However, healing the economy will take time, said Owens.
"After World War II, the debt to [gross domestic product] ratio was 121 percent. It took us 20 years to get it down to 40 percent. It took us another 30 years to get it down to a surplus, which occurred at the end of the Clinton administration - the first time that occurred since the end of World War II," said Owens. "There is tremendous difficulty in this process."
During the remainder of the open forum, Owens addressed issues including immigration reform, health care and corporate bailouts, hearing concerns and viewpoints from several constituents. The dialogue opened that day is what will help move the Congressional district and the nation in the right direction, said Owens.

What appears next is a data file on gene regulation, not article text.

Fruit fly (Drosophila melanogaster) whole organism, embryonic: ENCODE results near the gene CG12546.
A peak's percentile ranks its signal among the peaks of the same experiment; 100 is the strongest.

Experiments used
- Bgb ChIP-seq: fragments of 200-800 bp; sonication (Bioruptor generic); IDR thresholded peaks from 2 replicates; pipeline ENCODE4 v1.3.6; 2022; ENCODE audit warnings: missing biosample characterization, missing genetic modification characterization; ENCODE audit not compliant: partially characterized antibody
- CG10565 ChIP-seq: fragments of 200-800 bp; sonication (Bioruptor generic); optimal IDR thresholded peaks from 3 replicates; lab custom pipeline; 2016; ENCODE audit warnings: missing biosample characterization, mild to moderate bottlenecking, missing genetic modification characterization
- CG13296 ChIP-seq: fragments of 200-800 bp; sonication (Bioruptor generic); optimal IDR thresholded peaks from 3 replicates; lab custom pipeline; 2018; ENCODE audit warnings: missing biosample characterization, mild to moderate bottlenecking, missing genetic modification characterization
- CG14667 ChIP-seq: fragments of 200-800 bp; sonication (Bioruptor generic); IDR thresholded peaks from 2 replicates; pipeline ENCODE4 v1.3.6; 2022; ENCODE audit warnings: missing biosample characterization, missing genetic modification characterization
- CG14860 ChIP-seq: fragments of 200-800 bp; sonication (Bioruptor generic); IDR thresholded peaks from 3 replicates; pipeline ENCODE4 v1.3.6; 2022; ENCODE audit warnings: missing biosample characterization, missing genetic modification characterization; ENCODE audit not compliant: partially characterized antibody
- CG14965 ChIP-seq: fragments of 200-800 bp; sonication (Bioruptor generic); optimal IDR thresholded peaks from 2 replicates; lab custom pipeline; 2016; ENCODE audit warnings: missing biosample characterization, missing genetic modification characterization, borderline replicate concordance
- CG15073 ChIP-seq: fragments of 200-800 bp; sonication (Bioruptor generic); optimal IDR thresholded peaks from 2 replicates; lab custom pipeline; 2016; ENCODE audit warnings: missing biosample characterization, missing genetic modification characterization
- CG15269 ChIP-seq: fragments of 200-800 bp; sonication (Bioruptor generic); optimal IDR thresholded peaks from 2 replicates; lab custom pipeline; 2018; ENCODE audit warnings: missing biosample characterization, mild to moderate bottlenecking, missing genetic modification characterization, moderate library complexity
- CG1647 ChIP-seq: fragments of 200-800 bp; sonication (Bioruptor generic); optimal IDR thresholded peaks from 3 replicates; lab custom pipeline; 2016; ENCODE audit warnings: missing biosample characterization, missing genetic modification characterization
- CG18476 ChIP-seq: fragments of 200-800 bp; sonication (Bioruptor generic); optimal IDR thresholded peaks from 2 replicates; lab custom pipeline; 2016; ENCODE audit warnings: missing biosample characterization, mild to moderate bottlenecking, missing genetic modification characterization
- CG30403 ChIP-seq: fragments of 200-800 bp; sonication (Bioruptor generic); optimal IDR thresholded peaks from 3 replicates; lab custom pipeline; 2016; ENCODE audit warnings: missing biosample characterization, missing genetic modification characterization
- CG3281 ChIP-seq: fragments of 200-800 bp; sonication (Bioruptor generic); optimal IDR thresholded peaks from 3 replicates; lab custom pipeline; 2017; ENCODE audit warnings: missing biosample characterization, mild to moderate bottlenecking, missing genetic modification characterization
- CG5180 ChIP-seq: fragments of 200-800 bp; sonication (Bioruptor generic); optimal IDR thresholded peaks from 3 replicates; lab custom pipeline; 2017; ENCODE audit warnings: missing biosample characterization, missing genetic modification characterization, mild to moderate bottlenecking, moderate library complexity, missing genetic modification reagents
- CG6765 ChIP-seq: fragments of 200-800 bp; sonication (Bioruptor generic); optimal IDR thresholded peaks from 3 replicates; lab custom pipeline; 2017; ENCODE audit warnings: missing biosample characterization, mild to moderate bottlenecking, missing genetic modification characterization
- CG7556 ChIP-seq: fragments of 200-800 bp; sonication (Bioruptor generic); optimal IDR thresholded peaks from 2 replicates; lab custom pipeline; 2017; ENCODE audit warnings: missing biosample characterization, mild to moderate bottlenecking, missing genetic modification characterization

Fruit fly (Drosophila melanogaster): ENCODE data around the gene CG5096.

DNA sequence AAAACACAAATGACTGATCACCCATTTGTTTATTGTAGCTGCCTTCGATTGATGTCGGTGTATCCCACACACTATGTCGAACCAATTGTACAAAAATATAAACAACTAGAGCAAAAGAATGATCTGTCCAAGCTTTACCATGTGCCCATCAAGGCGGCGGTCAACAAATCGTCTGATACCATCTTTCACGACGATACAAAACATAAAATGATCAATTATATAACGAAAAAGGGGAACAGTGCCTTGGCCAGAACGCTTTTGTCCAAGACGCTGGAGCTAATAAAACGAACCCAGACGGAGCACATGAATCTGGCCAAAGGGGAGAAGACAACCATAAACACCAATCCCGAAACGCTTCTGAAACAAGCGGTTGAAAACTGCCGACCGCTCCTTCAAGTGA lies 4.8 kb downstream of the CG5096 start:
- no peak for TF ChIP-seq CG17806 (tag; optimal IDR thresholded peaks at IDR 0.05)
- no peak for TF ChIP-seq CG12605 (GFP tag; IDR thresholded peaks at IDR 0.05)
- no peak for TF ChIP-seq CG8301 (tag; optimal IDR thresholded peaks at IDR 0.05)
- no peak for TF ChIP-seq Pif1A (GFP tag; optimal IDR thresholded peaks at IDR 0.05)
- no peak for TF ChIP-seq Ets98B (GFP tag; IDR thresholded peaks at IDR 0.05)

"I think we got people really engaged in the debate, which was what I really wanted to do," the congressman said following the forum. "Now, what I'm hoping is people will think about this over the next couple of days or weeks, that they'll get back to us with some good suggestions as to what we can do."
Owens said the tone of the discussion was "very civil, even when people clearly didn't agree with me or other members of the audience." He also noted he would have liked to have heard from representatives of the Upstate New York Tea Party, an organization whose mission is "to advocate for reduced government spending, lower taxes, and less government." The group has been publicly critical of Owens' stance on issues, including the War on Deb Act, which UNYTEA chairman Mark L. Barie has previously called " a cynical attempt to fool North Country voters in to thinking that he is a fiscal conservative."
Owens said though the group has alleged he has not made himself publicly available enough, he disagreed.